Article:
- Your unpaid utilities will be cut from your deposit. It includes bills of gas, water, and cable.
What is Considered “Normal Wear and Tear”?
For normal wear and tear, you don’t need to pay from your deposit. Even the landlord won’t have a right to keep the deposit for it. Here includes-
- Defecting on furniture or carpet.
- Tiny holes in the ceiling or walls.
- Paint that has chips or cracks.
- Appliances with scratches.
- Fading wallpaper, carpet or paint.
- Scuffs on tiles and hardwood floors.
- Grout that is soiled or loose around floor tiles.
- Door handle scuffs on the walls.
- The damp door that sticks.
- Closet doors that slide stuck.
- Bathroom tile grouting losses and many more.
Most common deductions that landlords make from security deposits
Common deductions include repairing, replacing, and cleaning that the landlords make from security deposits. But try to have a flexible deal between you and the landlord to reduce the amount as much as possible. As the cost may vary.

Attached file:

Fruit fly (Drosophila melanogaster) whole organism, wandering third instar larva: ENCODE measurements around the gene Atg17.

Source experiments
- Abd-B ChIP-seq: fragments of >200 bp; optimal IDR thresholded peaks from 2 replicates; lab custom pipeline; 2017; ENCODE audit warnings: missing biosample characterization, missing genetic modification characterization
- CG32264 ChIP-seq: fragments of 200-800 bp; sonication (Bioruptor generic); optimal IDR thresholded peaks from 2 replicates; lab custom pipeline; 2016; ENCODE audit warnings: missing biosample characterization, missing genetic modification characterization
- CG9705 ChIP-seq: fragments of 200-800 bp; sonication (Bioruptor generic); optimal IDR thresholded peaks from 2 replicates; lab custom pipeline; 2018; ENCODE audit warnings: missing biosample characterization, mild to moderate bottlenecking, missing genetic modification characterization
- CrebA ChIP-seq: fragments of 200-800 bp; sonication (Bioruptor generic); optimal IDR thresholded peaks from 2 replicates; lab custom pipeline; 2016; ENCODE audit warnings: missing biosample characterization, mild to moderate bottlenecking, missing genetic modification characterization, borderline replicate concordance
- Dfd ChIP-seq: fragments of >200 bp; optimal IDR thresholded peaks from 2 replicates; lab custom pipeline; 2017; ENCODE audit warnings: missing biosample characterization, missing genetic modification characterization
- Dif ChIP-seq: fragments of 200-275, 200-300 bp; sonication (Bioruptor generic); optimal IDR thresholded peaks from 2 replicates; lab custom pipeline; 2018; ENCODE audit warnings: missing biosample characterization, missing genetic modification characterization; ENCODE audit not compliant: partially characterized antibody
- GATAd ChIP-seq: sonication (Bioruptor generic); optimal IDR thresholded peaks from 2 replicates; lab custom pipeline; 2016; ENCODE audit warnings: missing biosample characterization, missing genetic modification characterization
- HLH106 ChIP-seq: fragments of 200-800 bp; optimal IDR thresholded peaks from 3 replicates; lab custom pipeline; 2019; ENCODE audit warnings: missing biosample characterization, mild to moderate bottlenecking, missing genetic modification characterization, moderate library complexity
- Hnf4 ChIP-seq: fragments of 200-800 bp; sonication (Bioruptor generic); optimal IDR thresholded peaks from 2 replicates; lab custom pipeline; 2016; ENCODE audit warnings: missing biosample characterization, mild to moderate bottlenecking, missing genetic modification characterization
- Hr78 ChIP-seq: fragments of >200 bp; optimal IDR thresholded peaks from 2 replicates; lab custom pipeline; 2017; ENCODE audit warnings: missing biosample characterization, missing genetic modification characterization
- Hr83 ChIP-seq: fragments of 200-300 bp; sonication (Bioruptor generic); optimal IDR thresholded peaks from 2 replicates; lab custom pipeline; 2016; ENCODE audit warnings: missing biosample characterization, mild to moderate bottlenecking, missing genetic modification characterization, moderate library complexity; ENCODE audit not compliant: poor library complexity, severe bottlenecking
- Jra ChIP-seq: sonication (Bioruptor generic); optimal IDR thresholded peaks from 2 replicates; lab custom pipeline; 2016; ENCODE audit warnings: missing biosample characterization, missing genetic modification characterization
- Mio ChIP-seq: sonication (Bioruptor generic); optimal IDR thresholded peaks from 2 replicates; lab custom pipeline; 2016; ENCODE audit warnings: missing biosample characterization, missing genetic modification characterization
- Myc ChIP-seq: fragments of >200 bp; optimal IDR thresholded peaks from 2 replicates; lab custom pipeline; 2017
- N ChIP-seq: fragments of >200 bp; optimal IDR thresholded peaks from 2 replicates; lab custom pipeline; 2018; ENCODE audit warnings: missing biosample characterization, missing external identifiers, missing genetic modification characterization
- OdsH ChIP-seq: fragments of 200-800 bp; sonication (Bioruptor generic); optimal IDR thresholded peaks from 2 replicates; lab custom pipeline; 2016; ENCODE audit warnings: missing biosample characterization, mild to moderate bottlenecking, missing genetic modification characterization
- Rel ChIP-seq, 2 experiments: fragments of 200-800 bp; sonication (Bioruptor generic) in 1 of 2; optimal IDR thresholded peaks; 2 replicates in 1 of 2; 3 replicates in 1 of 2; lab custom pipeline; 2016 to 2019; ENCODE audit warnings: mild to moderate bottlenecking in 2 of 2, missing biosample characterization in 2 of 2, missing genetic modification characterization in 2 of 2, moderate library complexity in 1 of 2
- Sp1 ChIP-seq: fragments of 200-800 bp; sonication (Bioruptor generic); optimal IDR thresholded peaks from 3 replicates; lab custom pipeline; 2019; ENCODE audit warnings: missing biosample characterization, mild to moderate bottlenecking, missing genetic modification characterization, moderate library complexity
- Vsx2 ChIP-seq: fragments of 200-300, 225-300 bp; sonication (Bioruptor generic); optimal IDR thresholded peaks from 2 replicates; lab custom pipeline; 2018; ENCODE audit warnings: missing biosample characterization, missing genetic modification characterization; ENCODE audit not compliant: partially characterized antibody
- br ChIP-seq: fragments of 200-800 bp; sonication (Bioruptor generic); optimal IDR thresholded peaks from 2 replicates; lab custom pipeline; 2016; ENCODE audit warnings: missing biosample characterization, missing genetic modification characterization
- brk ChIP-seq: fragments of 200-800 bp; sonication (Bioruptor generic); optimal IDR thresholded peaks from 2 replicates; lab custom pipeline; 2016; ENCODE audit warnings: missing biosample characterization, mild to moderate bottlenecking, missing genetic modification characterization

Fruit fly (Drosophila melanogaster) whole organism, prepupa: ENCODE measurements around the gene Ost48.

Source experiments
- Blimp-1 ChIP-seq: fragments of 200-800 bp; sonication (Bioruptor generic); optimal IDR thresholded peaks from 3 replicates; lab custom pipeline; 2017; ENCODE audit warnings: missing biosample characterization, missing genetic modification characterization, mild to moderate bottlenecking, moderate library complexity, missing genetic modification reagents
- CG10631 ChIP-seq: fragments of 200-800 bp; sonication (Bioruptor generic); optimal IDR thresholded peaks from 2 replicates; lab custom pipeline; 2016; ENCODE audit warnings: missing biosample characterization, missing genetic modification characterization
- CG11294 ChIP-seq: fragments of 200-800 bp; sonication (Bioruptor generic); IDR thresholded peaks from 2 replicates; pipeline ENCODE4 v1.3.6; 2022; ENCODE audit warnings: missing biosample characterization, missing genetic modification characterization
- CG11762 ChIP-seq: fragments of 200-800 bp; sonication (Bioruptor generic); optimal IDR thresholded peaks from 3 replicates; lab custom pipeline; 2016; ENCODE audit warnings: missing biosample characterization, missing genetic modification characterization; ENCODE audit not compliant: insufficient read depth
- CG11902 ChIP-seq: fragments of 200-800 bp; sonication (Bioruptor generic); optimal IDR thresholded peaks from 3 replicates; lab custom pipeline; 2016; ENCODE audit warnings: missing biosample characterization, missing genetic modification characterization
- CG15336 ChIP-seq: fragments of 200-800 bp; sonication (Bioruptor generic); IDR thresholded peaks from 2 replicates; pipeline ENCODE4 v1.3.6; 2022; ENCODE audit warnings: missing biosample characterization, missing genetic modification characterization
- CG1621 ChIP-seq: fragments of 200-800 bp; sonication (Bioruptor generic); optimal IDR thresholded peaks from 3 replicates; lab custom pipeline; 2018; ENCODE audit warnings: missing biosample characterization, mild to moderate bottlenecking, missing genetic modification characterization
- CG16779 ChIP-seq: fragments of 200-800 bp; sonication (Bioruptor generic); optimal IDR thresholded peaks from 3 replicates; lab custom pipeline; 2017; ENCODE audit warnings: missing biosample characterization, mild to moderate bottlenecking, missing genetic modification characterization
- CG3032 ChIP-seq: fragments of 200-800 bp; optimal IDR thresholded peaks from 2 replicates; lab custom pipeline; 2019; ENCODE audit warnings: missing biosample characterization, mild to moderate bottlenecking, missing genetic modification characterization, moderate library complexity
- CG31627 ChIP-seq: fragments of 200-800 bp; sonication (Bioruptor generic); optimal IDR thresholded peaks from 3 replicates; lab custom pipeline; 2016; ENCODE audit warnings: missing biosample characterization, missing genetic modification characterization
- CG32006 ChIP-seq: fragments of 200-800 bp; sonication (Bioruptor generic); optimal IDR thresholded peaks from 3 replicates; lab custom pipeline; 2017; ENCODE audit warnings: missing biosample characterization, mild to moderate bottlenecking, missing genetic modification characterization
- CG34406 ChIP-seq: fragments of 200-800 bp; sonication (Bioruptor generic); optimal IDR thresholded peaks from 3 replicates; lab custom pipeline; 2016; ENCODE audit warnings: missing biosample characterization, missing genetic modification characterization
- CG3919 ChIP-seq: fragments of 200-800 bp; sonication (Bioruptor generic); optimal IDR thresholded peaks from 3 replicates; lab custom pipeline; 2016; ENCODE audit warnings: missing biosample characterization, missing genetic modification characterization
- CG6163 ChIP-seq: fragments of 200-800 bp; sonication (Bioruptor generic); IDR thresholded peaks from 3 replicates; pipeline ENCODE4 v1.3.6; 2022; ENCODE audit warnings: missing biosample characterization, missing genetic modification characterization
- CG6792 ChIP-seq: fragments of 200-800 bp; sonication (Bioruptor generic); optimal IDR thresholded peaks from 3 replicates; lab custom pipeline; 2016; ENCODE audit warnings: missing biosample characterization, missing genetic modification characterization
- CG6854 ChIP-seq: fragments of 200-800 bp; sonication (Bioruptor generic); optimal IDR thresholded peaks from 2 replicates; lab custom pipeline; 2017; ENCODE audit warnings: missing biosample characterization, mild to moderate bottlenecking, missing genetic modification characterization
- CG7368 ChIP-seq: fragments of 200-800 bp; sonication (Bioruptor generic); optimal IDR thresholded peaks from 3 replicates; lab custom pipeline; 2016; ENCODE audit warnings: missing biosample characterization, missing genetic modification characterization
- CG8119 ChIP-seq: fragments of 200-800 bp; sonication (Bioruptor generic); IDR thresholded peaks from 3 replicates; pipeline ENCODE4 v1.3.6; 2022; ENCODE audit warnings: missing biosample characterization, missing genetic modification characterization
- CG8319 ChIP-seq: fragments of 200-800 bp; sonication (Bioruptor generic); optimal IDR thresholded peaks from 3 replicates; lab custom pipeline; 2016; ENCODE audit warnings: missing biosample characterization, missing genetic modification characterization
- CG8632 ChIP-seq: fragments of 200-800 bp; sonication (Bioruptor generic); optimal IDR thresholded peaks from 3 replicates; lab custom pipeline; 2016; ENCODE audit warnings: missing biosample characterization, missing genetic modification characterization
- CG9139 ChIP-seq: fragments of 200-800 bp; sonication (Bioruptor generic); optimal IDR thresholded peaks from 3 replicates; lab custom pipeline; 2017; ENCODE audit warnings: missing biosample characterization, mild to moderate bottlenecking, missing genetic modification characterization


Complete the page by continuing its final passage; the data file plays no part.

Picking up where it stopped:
Repairing includes kitchen cabinets, doors, doors of the bedrooms, windows, and many more. That may cost $150-$300 depending on the condition of the staff. And the labor cost is $25 – $50 for general work and for some major labor costs $75-$150 per day. These may be cut from your deposit.
Replacing cost will be more than repairing. Try to use the staff that they don’t need to replace. But if it is needed then the cost may vary from $40-$250 from replacing broken windows, and doors to replacing exterior doors.
Cleaning includes general cleaning where carpet, floor, and ceiling fan cleaning are included, room cleaning, kitchen cleaning, bathroom cleaning, yard cleaning, and many more. Additionally, the pricing may vary from $20-$150 depending on the type. And these costs will be paid from your security deposit.
How to Dispute a Landlord’s Security Deposit Deductions